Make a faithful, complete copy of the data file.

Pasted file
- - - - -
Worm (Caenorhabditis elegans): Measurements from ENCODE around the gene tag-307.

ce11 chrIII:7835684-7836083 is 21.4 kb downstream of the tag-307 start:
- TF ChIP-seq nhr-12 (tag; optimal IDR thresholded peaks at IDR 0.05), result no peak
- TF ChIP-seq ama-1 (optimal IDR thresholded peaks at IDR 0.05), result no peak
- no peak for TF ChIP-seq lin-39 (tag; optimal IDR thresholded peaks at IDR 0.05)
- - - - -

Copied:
Worm (Caenorhabditis elegans): Measurements from ENCODE around the gene tag-307.

ce11 chrIII:7835684-7836083 is 21.4 kb downstream of the tag-307 start:
- TF ChIP-seq nhr-12 (tag; optimal IDR thresholded peaks at IDR 0.05), result no peak
- TF ChIP-seq ama-1 (optimal IDR thresholded peaks at IDR 0.05), result no peak
- no peak for TF ChIP-seq lin-39 (tag; optimal IDR thresholded peaks at IDR 0.05)